4 GFDL-CM2.1 4. 2.2

5 INM-CM3.0 0.7 2.0

6 MIROC3.2(medres) 4.0 4.8

7 GISS-EH 1.7 2.2

8 CCSM3 3.4 2.2

9 GISS-ER 3.1 2.2

10 HadCM3 1.9 3.6

11 HadCM2 3.0 2.8

12 ECHAM3 1.6 2.4

13 MRI 7.5 3.2

14 PCM 2.1 1.9

15 CSM 3.8 1.9

Climate Sensitivity (K)

4

2

Mode

Median

5

2

12

7

6

10

1

11

3, 4

9

8

14 15

Table 1: Values of S eff and K v for AOGCMs used in the IPCC AR4 (top) and TAR

(bottom).

Main features of distribution:

13

Positions of mode/median occur for

lower rates of ocean heat

uptake.

Expert priors on CS are required

13

for

upper bound but NOT for

lower bound.

From Forest et al., Tellus, 2008

10 IPCC AR4 models (and 5 TAR

models) cover only a portion of

acceptable parameter space.

0

0 1 2 3 4

Rate of Ocean Heat Uptake [Sqrt(K v ), (Sqrt(cm 2 /s))]


Effective Climate Sensitivity (C)

Climate Change Metrics

8

6

Main Implication:

p(S,K v ): IGSM2.2 Uniform and Expert CS priors

Lower K v less ocean heat uptake and faster

warming, but slower sea level rise

Index Model K v S eff

1 CGCM3.1(T47) 2.9 3.4

2 ECHO-G 1.3 2.8

3 GFDL-CM2.0 4. 2.2

4 GFDL-CM2.1 4. 2.2

5 INM-CM3.0 0.7 2.0

6 MIROC3.2(medres) 4.0 4.8

7 GISS-EH 1.7 2.2

8 CCSM3 3.4 2.2

9 GISS-ER 3.1 2.2

10 HadCM3 1.9 3.6

11 HadCM2 3.0 2.8

12 ECHAM3 1.6 2.4

13 MRI 7.5 3.2

14 PCM 2.1 1.9

15 CSM 3.8 1.9

Climate Sensitivity (K)

4

2

10

1

11

6

Table 1: Values of S eff

(bottom).

13

and K v for AOGCMs used in the IPCC AR4 (top) and TAR

2

Mode

Median

5

12

7

3, 4

9

8

14 15

13

From Forest et al., Tellus, 2008

0

0 1 2 3 4

Rate of Ocean Heat Uptake [Sqrt(K v ), (Sqrt(cm 2 /s))]


Effective Climate Sensitivity (C)

Climate Change Metrics

8

6

p(S,K v ): IGSM2.2 Uniform and Expert CS priors

Index Model K v S eff

1 CGCM3.1(T47) 2.9 3.4

2 ECHO-G 1.3 2.8

3 GFDL-CM2.0 4. 2.2

4 GFDL-CM2.1 4. 2.2

5 INM-CM3.0 0.7 2.0

6 MIROC3.2(medres) 4.0 4.8

7 GISS-EH 1.7 2.2

8 CCSM3 3.4 2.2

9 GISS-ER 3.1 2.2

10 HadCM3 1.9 3.6

11 HadCM2 3.0 2.8

12 ECHAM3 1.6 2.4

13 MRI 7.5 3.2

14 PCM 2.1 1.9

15 CSM 3.8 1.9

Climate Sensitivity (K)

4

2

10

1

11

6

Table 1: Values of S eff

(bottom).

13

and K v for AOGCMs used in the IPCC AR4 (top) and TAR

2

Mode

Median

5

12

7

3, 4

9

8

14 15

13

From Forest et al., Tellus, 2008

Can/should we do this for water/energy cycle data

0

0 1 2 3 4

Rate of Ocean Heat Uptake [Sqrt(K v ), (Sqrt(cm 2 /s))]


Climate Prediction/Predictability Metrics

What is predictable and skillfull

Initial value problem (1st kind): SI issue, persistence and coupling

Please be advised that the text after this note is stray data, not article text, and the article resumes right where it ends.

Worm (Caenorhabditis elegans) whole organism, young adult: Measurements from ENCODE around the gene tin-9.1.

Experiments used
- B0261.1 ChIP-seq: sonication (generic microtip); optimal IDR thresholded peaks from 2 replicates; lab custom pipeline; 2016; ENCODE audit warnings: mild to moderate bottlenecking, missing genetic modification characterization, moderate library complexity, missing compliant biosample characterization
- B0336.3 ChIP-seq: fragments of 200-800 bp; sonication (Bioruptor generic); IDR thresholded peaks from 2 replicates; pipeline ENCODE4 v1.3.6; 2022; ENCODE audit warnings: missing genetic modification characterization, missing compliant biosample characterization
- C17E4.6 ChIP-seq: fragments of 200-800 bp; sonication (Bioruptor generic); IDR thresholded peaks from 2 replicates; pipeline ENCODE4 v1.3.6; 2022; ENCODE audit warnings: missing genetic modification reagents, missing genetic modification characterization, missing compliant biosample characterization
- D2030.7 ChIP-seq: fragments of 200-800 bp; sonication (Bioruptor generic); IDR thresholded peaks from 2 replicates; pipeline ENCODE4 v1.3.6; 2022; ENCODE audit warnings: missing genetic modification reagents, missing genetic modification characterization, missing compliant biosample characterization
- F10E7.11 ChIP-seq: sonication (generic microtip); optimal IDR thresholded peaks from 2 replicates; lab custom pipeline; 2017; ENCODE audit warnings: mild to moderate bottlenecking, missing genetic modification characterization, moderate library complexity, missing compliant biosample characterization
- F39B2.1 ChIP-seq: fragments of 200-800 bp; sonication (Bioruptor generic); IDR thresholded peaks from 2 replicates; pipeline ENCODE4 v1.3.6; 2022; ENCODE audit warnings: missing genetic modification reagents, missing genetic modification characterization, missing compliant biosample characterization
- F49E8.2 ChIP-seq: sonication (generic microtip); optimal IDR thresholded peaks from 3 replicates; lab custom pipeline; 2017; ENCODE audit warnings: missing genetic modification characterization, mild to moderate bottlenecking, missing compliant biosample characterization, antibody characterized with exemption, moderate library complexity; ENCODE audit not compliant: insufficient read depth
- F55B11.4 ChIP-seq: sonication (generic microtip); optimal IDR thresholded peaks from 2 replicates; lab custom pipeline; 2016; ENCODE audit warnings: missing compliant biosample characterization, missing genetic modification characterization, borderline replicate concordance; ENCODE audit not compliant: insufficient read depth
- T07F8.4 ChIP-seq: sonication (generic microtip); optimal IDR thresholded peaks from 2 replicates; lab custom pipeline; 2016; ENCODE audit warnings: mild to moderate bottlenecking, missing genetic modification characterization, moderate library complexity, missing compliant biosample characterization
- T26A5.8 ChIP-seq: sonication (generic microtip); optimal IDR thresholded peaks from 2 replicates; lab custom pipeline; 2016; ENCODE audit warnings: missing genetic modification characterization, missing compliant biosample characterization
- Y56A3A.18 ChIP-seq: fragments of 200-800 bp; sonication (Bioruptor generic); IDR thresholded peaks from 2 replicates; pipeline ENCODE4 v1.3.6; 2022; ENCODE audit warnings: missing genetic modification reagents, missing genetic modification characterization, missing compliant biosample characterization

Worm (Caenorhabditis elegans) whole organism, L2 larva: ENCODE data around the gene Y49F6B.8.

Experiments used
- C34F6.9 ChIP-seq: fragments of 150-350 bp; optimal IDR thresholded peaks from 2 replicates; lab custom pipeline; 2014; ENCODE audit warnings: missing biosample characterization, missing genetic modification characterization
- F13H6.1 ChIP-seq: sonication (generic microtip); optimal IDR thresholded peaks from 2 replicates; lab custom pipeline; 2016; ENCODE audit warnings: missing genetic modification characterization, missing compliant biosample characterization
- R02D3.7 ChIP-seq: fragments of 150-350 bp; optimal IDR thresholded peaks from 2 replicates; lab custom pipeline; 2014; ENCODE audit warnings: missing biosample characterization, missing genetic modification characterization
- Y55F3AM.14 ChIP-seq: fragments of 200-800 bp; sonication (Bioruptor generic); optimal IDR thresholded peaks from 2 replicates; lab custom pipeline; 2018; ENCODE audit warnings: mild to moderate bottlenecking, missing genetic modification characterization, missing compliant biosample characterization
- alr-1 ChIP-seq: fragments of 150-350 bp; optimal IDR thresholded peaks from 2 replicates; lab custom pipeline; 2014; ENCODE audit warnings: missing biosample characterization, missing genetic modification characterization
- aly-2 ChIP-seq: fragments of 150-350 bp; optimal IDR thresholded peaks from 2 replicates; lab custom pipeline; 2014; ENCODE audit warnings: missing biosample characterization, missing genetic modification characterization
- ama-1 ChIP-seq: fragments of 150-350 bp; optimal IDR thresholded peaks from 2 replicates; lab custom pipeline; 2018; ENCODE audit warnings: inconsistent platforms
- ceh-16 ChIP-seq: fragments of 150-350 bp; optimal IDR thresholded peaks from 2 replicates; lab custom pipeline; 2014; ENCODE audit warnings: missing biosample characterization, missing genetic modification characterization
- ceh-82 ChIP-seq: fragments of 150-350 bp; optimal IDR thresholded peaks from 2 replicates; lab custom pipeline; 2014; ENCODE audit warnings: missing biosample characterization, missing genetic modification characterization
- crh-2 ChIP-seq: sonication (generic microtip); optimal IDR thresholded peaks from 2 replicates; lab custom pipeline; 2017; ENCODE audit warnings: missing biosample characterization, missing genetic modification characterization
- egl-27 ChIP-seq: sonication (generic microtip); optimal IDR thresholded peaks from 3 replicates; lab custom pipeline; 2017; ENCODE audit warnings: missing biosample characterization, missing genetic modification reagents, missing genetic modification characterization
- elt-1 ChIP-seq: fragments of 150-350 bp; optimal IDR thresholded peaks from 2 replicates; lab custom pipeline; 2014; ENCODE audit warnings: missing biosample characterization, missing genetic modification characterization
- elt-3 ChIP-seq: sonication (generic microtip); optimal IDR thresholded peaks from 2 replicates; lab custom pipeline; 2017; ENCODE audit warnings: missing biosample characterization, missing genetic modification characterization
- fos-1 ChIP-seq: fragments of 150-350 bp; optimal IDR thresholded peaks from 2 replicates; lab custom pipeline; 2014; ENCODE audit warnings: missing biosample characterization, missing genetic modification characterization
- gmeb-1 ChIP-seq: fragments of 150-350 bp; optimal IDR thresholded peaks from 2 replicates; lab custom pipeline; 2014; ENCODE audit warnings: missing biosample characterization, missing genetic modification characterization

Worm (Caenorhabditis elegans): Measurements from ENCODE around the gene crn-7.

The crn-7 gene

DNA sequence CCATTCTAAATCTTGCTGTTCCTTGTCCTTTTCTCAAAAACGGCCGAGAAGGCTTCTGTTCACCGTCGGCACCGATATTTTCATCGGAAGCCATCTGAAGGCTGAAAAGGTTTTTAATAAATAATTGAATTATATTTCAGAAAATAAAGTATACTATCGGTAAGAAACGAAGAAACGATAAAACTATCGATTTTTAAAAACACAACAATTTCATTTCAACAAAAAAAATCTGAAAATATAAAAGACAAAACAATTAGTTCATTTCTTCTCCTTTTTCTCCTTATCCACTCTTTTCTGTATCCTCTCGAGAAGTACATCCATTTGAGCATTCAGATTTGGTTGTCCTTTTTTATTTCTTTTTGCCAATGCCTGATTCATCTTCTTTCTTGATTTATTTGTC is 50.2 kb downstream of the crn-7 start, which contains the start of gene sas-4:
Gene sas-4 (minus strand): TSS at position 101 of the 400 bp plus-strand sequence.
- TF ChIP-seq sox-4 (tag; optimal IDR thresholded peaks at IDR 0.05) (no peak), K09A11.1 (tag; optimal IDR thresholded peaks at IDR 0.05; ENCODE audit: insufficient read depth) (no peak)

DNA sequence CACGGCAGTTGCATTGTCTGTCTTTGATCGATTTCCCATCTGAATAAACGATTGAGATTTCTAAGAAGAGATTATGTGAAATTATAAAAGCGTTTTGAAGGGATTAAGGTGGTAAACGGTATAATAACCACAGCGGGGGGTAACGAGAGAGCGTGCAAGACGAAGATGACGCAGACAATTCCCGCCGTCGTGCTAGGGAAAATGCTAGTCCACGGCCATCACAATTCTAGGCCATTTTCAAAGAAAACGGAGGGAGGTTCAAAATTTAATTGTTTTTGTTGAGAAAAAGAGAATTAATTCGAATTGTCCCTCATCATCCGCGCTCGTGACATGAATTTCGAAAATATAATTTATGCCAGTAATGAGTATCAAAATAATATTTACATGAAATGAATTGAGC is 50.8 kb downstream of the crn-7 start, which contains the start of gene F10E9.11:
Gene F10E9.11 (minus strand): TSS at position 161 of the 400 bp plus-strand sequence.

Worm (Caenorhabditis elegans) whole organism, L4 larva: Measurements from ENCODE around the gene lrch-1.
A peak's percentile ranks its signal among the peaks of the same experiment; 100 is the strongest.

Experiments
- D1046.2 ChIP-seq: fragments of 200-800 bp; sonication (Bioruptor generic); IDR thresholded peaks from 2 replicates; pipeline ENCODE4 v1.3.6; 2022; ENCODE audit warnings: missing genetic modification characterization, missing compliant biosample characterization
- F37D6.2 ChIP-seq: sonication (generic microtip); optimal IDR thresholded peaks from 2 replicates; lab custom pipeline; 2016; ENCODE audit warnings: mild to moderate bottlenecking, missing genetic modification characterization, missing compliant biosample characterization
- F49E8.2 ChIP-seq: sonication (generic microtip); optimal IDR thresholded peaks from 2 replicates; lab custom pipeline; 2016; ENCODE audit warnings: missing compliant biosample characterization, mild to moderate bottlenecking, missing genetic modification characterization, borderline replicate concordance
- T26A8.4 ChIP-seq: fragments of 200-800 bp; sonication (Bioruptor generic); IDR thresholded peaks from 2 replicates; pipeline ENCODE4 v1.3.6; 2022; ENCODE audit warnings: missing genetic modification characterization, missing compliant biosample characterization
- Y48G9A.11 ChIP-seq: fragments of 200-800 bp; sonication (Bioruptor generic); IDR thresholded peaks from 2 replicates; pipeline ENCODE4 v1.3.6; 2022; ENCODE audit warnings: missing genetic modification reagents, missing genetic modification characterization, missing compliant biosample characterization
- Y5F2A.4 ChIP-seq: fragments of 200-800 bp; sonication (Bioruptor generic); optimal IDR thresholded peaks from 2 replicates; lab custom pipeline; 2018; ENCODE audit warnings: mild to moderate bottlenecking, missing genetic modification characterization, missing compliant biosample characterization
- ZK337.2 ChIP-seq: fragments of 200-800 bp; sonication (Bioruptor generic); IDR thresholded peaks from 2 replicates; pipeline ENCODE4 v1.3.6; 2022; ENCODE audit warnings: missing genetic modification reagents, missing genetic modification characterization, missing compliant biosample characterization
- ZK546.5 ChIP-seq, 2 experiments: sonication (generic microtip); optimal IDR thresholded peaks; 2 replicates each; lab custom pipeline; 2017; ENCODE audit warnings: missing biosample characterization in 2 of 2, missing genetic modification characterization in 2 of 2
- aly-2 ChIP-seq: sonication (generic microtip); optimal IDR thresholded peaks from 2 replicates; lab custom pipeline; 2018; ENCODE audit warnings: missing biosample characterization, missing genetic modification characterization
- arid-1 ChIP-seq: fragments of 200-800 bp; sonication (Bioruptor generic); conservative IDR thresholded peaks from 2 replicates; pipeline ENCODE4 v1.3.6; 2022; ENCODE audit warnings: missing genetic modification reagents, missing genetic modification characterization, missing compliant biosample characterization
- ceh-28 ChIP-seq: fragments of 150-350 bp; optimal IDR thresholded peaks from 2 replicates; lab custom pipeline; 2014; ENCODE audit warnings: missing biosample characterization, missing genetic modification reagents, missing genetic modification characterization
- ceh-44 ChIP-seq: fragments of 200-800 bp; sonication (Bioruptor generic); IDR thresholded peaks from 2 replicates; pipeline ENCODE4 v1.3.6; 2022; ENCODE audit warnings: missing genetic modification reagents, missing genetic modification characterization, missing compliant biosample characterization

Exogenous forcing (2nd kind): Forced climate response/change issue

Scale (3rd kind): How does the representation across scales affect

Difficulty arises for metric that applies to both models and nature.

Legacy of most model-based assessments revolve around ensemble

clustering... but there are ways to do both... For example:


Climate Prediction/Predictability Metrics

What is predictable and skillfull

Initial value problem (1st kind): SI issue, persistence and coupling

Exogenous forcing (2nd kind): Forced climate response/change issue

Scale (3rd kind): How does the representation across scales affect

Difficulty arises for metric that applies to both models and nature.

Legacy of most model-based assessments revolve around ensemble

clustering... but there are ways to do both... For example:

Schlosser and Kirtman, 2005


Climate Prediction/Predictability Metrics

What is predictable and skillfull

Initial value problem (1st kind): SI issue, persistence and coupling

Exogenous forcing (2nd kind): Forced climate response/change issue

Scale (3rd kind): How does the representation across scales affect

Difficulty arises for metric that applies to both models and nature.

Legacy of most model-based assessments revolve around ensemble

clustering... but there are ways to do both... For example:


Climate Prediction/Predictability Metrics

21


Climate Prediction/Predictability Metrics

Figure 5. Point-wise contemporaneous multiple correlation coefficient (described in text) of seasonal (i.e., 3-month running

mean) sea surface temperature (SST) anomalies to the North American predictable skill periods of precipitation.

21


Climate Prediction/Predictability Metrics

21